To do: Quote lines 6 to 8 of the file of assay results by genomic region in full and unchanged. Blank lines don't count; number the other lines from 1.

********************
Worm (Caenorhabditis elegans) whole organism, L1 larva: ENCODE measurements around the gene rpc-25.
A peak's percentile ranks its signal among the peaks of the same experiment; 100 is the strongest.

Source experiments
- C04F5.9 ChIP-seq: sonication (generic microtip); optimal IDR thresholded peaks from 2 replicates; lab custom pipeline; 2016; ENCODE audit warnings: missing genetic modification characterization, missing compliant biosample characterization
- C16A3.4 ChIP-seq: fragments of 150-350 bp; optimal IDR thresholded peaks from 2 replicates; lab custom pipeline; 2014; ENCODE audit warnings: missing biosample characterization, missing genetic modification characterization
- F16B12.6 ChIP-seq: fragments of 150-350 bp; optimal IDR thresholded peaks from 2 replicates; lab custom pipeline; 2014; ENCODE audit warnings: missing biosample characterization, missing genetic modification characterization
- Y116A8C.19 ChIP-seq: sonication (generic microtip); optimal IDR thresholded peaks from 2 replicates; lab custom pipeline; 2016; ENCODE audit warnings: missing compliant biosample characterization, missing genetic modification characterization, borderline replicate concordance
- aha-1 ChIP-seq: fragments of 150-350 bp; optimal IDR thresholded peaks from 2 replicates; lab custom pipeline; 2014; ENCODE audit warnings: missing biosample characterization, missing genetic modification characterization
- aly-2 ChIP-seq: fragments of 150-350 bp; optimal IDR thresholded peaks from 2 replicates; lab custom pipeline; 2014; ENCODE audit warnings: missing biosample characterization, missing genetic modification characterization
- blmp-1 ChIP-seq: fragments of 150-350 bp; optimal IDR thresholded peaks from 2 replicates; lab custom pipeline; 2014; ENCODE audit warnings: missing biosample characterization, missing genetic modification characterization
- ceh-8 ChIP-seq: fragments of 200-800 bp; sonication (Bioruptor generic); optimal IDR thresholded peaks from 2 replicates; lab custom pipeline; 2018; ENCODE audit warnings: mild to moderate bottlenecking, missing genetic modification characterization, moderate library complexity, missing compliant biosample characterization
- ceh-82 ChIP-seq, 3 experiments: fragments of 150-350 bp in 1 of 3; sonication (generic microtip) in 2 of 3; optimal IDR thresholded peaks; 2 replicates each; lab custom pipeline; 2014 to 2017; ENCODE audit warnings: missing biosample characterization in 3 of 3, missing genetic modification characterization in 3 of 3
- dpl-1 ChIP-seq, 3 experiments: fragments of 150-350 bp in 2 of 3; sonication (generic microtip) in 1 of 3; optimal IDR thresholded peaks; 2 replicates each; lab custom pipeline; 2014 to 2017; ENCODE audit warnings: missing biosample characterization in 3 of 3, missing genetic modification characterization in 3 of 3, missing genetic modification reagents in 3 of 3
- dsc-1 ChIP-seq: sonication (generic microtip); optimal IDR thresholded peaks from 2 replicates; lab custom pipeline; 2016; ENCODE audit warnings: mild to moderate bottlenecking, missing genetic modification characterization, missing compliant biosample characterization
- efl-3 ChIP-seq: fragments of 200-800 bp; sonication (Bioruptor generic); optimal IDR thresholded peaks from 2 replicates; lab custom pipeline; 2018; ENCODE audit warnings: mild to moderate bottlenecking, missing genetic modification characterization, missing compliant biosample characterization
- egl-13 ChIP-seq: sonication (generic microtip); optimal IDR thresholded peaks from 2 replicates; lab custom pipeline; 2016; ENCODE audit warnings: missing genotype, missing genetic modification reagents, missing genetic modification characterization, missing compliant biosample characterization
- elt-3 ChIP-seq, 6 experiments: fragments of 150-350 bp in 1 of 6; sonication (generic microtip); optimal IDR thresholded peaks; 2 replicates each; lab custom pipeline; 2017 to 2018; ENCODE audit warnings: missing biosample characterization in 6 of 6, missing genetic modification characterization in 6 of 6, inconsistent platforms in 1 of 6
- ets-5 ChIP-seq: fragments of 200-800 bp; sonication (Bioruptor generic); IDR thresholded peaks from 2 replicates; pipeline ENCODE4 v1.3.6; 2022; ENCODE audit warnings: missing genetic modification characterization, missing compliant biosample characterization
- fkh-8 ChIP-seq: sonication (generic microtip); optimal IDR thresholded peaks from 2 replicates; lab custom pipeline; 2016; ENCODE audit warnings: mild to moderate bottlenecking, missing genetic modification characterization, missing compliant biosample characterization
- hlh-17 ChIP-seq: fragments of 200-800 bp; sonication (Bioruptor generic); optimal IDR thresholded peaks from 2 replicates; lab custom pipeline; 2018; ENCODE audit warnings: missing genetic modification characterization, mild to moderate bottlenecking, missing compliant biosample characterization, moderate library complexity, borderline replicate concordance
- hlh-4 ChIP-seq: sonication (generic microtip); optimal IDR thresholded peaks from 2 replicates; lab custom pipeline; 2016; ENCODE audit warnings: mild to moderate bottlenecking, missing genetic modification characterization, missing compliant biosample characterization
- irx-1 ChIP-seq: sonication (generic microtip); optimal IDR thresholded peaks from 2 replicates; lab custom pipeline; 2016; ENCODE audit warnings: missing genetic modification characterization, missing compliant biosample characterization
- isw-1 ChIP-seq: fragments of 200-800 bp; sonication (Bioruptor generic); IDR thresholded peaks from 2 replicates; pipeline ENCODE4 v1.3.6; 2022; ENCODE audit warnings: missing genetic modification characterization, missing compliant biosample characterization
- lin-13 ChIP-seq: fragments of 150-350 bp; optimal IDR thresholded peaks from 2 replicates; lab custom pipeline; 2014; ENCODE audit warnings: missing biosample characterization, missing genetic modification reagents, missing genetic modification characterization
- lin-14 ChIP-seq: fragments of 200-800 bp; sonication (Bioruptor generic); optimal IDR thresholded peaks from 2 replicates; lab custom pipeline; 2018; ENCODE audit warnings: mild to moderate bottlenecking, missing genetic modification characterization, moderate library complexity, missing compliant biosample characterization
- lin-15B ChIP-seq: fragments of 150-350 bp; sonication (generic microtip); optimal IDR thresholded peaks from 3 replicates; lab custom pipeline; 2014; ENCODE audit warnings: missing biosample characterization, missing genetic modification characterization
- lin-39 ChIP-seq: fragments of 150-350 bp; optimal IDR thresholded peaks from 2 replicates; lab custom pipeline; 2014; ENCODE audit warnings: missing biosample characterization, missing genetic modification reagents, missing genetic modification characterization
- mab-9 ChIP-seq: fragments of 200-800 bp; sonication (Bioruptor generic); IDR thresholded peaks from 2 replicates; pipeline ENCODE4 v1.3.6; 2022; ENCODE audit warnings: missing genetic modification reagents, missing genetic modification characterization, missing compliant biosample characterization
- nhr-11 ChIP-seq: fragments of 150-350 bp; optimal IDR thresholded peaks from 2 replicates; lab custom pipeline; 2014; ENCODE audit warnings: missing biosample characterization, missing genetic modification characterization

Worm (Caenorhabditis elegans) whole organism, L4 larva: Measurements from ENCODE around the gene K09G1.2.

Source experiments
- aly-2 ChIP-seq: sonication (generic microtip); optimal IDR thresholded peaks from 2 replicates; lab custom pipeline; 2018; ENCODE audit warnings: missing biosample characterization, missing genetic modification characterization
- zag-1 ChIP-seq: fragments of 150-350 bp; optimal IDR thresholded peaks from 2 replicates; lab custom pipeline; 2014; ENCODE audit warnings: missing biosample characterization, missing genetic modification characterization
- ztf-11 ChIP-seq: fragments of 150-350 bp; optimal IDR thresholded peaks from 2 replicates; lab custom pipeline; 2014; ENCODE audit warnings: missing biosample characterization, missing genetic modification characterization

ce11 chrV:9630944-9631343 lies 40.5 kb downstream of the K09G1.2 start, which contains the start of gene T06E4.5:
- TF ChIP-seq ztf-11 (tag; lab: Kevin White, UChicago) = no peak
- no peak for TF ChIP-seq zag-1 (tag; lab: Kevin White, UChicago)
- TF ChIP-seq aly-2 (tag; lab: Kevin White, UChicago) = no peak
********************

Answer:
- F16B12.6 ChIP-seq: fragments of 150-350 bp; optimal IDR thresholded peaks from 2 replicates; lab custom pipeline; 2014; ENCODE audit warnings: missing biosample characterization, missing genetic modification characterization
- Y116A8C.19 ChIP-seq: sonication (generic microtip); optimal IDR thresholded peaks from 2 replicates; lab custom pipeline; 2016; ENCODE audit warnings: missing compliant biosample characterization, missing genetic modification characterization, borderline replicate concordance
- aha-1 ChIP-seq: fragments of 150-350 bp; optimal IDR thresholded peaks from 2 replicates; lab custom pipeline; 2014; ENCODE audit warnings: missing biosample characterization, missing genetic modification characterization